9Flywheels and Valve Trains a flywheel is a disk mounted at one end of a crankshaftprovides inertia for the enginemaintains crankshaft rotation between combustion intervalsa valve train controls the flow of gases into and out of the combustion chamberA flywheel is a cast iron, aluminum, or zinc disk that is mounted at one end of the crankshaft to provide inertia for the engine and maintain crankshaft rotation between combustion intervals. Figure 3-13.The valve train includes components required to control the flow of gases into and out of the combustion chamber.
10Engine Operation intake event compression event introduces air and fuel (or just air in a diesel engine) to the combustion chamberpiston moves from TCD to BDCcompression eventair and fuel (or just air in a diesel engine) in combustion chamber is compressed in the cylinderThe intake event is an engine operation event in which the air-fuel mixture, or just air in a diesel engine, is introduced into the combustion chamber and the piston moves from TDC to BDC. Figure 3-14.The compression event is an engine operation event in which the trapped air-fuel mixture, or just air in a diesel engine, is compressed inside the cylinder. Figure 3-15.
11Engine Operation ignition (combustion) event power event charge is ignited and rapidly oxidized to release energypower eventexpanding gases force the piston head away from the cylinder headThe ignition (combustion) event is an engine operation event in which the charge is ignited and rapidly oxidized through a chemical reaction to release heat energy. Figure 3-17.The power event is an engine operation event in which hot expanding gases force the piston head away from the cylinder head. Figure 3-18.
12Engine Operation exhaust event spent gases are removed from the chamber and released to atmospherevalve overlap is the point when both intake and exhaust valves are openThe exhaust event is an engine operation event in which spent gases are removed from the combustion chamber and released to the atmosphere. Figure 3-19.Valve overlap is the period during engine operation when both intake and exhaust valves are open at the same time. Figure 3-20.A two-stroke cycle engine completes five events in one operating cycle: the ignition/power event, exhaust/intake event, and the compression event.Two-stroke cycle engines have fewer moving parts; smaller size and less weight; higher fuel consumption; more noise; higher operating speed and temperature; and a greater quantity of exhaust emissions.
13Valving Systemsseal the combustion chamber to control flow of air-fuel mixture into the cylinder and exhaust gases out of the cylindercommonly two valves per system, intake and exhaustlocation of valve determines type of head designFour-stroke cycle engines control the flow of gases in the cylinder with valves, which seal the combustion chamber to control the flow of air-fuel mixture into the cylinder and exhaust gases out of the cylinder. Figure 3-23.Small engines commonly have two valves per cylinder, an intake and an exhaust valve.The location of valves (in the cylinder block or in the cylinder head) determines the type of head design (L-head or overhead valve) and the necessary components of the valve head. Figure 3-24.Timing marks on the cam gear and crankgear indicate the gear teeth mesh required to prevent damage to engine components.Valving systems on two-stroke cycle engines are less complicated and require fewer moving parts than four-stroke cycle valving systems.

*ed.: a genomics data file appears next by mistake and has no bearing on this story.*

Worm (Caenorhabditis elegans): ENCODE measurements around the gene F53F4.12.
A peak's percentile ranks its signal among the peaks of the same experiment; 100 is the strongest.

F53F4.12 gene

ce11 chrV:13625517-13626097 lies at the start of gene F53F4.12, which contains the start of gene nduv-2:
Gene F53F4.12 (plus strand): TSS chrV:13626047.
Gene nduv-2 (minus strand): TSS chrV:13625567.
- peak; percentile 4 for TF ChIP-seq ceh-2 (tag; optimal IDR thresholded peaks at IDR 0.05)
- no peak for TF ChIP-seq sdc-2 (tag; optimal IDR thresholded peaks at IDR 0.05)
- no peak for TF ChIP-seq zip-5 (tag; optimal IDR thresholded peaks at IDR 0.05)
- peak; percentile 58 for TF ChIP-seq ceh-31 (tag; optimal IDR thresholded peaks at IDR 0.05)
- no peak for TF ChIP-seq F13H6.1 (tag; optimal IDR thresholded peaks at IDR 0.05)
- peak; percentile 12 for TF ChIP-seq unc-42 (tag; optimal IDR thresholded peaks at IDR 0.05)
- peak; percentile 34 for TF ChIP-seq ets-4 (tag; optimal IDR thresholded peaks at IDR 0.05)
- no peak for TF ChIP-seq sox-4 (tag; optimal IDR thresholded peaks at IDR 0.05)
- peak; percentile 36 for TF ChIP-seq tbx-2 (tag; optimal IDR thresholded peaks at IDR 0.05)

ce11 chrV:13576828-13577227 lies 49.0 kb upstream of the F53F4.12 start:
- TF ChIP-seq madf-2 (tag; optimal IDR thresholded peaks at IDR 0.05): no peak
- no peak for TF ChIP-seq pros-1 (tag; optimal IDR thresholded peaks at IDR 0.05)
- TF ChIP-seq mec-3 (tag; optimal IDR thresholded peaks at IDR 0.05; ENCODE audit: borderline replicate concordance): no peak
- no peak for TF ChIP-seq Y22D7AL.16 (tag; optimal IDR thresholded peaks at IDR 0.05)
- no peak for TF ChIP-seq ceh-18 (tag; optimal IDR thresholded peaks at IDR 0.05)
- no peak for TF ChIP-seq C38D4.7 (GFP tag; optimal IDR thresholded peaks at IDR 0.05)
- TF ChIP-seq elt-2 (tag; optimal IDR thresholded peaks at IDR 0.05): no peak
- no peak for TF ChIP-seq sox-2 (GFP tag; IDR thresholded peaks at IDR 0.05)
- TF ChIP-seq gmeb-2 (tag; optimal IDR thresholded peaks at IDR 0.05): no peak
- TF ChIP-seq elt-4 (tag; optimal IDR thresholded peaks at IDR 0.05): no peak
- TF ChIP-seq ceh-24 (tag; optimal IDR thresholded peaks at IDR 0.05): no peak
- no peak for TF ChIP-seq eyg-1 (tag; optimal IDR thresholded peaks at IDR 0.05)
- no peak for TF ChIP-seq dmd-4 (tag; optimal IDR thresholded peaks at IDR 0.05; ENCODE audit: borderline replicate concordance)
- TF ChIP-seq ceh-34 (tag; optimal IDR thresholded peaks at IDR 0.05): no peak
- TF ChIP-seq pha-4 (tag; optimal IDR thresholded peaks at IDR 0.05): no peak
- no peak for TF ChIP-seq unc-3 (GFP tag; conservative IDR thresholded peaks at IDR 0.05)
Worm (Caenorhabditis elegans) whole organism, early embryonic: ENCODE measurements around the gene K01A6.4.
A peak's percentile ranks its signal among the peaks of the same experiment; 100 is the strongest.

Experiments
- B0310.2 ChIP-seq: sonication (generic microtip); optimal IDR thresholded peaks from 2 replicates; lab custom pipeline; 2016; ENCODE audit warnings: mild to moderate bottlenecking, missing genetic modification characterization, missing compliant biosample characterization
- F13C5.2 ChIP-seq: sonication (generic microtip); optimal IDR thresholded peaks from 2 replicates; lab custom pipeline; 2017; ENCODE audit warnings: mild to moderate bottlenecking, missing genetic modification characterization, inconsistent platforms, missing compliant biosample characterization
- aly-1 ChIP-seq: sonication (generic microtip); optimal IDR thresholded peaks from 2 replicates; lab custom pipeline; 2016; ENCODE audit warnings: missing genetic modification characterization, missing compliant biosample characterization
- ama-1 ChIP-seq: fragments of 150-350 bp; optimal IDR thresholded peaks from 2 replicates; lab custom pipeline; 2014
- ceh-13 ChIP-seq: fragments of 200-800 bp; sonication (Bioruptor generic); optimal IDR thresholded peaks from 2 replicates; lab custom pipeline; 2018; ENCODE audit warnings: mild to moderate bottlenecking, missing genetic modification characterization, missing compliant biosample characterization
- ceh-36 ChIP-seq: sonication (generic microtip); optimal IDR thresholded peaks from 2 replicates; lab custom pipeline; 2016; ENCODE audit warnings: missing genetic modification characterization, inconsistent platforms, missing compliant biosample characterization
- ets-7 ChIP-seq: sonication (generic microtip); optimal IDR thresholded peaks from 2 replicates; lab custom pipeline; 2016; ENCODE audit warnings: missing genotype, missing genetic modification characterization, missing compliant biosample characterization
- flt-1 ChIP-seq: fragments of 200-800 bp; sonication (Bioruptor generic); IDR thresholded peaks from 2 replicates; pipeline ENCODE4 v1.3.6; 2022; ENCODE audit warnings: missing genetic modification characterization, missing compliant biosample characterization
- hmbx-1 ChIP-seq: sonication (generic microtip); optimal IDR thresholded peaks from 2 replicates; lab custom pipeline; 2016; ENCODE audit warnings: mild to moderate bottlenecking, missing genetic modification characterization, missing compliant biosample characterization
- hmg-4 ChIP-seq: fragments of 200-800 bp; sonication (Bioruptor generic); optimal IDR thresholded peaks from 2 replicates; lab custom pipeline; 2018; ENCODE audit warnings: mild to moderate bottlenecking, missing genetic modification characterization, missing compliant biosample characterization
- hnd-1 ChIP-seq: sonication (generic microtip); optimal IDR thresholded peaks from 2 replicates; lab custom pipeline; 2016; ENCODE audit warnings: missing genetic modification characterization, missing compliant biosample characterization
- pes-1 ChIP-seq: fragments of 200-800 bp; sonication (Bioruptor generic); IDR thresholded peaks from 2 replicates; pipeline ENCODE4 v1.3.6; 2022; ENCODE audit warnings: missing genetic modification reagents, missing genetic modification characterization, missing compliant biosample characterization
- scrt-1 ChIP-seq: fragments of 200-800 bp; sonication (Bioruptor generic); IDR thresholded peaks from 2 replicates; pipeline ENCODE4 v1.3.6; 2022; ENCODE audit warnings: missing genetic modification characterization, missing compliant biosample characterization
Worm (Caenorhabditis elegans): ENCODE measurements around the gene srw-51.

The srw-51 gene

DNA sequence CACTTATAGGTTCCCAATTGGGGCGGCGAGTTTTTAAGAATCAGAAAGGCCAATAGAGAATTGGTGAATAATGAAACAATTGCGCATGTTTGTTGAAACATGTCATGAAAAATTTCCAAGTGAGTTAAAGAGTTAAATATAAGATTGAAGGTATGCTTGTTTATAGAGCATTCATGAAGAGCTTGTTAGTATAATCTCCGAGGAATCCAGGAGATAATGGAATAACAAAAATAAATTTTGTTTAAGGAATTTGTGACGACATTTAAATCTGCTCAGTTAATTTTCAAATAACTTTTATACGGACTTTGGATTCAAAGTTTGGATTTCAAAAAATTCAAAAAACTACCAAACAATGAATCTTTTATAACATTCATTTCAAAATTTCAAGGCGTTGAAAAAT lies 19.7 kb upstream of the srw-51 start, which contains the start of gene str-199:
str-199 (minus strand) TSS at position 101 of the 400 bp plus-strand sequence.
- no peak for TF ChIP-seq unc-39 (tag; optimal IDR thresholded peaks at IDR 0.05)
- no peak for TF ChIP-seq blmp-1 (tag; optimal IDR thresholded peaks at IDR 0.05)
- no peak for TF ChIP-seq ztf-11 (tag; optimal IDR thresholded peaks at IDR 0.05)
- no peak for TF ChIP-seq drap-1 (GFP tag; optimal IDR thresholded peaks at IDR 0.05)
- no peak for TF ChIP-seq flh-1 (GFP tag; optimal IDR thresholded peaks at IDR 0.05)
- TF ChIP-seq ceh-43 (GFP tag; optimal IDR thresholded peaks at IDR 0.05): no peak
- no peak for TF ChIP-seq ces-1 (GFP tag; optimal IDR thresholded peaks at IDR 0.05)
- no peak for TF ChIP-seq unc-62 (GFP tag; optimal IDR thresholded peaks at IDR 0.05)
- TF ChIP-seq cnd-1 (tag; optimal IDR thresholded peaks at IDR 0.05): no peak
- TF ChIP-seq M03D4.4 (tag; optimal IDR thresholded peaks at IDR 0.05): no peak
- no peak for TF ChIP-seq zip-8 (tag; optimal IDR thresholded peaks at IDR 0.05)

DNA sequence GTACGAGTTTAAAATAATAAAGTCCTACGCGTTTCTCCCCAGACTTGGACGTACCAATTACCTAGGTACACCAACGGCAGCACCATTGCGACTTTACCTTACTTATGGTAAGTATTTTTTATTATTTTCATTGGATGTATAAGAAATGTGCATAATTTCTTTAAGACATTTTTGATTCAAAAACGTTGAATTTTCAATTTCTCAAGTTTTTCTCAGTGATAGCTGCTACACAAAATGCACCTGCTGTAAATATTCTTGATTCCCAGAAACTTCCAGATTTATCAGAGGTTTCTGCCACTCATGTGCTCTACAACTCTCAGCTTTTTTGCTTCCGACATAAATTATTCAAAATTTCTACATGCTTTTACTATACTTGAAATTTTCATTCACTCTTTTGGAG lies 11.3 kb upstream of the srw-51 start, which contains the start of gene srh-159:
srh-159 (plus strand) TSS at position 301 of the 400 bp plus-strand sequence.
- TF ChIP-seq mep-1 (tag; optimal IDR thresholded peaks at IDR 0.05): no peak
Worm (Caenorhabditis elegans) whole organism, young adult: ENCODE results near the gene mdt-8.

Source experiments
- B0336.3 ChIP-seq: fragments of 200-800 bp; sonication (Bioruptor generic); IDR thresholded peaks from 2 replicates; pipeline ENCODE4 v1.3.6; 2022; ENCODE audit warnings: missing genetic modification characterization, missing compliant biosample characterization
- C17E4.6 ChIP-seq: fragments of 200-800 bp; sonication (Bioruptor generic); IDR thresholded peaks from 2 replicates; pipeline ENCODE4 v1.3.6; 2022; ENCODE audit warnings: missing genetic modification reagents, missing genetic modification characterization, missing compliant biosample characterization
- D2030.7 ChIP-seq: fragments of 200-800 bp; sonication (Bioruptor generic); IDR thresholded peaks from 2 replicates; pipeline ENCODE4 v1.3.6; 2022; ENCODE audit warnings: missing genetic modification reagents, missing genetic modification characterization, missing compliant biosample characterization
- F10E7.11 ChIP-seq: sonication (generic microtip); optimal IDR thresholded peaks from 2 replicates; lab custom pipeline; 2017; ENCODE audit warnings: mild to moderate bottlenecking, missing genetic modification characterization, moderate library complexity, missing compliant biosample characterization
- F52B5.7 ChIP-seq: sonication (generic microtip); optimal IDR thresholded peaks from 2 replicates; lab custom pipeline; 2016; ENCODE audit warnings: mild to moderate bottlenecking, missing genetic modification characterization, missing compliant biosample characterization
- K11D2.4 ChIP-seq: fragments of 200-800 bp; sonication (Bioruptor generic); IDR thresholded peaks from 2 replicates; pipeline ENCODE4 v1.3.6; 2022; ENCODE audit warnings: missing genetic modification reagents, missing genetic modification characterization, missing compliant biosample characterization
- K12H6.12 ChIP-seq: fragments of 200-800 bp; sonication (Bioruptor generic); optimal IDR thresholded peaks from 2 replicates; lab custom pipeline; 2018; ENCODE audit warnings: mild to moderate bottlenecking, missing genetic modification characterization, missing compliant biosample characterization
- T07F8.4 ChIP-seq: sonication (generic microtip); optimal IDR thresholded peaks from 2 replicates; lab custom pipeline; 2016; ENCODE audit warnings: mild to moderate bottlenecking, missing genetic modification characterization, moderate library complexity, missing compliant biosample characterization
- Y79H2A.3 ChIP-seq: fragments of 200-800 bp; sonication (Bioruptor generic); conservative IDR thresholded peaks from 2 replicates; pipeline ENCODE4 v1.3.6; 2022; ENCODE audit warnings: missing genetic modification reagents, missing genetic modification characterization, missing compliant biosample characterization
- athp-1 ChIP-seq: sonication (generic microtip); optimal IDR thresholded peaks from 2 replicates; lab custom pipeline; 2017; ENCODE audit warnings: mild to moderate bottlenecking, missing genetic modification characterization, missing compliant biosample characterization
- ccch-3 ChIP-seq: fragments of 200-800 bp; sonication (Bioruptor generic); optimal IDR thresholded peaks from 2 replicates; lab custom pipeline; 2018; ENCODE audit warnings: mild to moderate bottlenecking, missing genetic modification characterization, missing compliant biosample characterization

14Diesel Enginesinjector is hydraulically activated by pressurized fuel delivered by the injection pumpheat in glow plug is created by resistance to current in a heating coilDiesel engine components are similar to the components of a gasoline engine except that diesel engines have an injection pump, injector, and glow plug.The injector is hydraulically activated by the pressurized fuel delivered from the injection pump. Figure 3-28.Heat in the glow plug is created by resistance to current passed through a heating coil. Figure 3-29.
15Diesel Engines five events in operation intakecompressionignitionpowerexhaustturbocharging uses a compressorOne operation cycle of a four-stroke cycle diesel engine includes the five events of intake, compression, ignition, power, and exhaust.Diesel engine turbocharging uses a compressor to raise the pressure and density of the air entering the engine.A glow plug can be used to provide an additional source of heat for preheating the air in the combustion chamber to aid starting.
16Engine Output measured by torque and horsepower units of measurement of horsepowerbrake, friction, and indicated horsepowerdynamometer measures torque, load, speed, and horsepowerEngine output is measured by torque and horsepower.Three units of measurement of horsepower are brake, friction, and indicated horsepower.A dynamometer measures torque, load, speed, and horsepower and can be one of four types—water dynamometer, electric dynamometer, eddy current dynamometer, or prony brake dynamometer.An electric dynamometer measures brake horsepower by converting mechanical energy into electrical energy. Figure 3-32.
17Engine Output factors affecting engine output displacement volumetric efficiencythermal efficiencyair densityFactors affecting engine output include engine displacement, volumetric efficiency, thermal efficiency, and air density.
18Chapter 3 Review What is the function of a crankshaft? A crankshaft is an engine component that converts the linear (reciprocating) motion of the piston into rotary motion.What are the five events of four-stroke cycle engines?The five events of four-stroke cycle engines are intake, compression, ignition, power, and exhaust.A crankshaft is an engine component that converts the linear (reciprocating) motion of the piston into rotary motion.The five events of four-stroke cycle engines are intake, compression, ignition, power, and exhaust.